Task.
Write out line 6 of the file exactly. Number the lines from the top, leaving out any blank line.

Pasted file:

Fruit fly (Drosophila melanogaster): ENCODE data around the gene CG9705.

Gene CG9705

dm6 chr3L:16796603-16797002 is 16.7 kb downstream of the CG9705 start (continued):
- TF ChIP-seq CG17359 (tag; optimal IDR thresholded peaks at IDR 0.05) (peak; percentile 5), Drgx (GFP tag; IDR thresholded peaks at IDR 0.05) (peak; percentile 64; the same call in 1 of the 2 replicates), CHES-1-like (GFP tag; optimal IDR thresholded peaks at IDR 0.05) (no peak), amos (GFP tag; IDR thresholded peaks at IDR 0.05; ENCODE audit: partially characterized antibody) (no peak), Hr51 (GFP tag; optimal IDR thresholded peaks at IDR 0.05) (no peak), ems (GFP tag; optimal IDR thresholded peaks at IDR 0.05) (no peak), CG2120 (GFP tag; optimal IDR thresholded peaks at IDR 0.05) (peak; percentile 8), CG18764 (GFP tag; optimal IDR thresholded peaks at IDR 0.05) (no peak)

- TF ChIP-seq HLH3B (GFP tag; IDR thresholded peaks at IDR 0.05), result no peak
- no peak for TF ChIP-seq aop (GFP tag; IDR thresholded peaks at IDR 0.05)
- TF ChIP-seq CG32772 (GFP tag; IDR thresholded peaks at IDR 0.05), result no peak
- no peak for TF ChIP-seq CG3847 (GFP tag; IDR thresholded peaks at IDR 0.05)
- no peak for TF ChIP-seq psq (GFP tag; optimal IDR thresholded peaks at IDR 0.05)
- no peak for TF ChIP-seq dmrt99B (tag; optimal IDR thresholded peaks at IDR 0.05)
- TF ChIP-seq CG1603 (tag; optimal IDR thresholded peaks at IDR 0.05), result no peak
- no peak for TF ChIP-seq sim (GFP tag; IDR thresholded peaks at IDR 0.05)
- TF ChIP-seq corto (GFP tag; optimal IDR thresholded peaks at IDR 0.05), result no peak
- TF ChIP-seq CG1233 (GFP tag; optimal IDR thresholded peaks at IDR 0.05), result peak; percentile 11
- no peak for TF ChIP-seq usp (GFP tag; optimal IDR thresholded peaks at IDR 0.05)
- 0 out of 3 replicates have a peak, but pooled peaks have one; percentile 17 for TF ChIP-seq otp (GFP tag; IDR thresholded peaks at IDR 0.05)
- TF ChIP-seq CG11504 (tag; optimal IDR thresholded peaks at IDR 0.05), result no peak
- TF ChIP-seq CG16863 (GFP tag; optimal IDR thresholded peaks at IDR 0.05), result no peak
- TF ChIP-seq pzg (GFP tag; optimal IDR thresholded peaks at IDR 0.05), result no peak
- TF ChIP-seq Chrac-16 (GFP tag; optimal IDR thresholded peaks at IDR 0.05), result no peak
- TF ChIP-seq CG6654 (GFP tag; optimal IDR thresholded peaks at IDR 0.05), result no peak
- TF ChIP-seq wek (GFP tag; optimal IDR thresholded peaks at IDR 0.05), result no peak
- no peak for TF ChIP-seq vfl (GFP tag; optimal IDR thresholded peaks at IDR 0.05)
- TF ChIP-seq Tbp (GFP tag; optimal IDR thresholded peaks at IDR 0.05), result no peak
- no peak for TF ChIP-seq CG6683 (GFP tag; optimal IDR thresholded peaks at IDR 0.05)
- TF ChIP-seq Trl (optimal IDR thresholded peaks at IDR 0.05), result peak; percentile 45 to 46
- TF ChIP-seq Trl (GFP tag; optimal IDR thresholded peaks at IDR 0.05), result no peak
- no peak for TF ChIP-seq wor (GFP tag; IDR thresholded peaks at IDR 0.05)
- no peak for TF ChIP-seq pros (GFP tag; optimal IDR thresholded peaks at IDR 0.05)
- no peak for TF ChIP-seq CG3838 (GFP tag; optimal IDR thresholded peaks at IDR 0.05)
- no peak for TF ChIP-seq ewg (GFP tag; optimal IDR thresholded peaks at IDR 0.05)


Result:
- no peak for TF ChIP-seq aop (GFP tag; IDR thresholded peaks at IDR 0.05)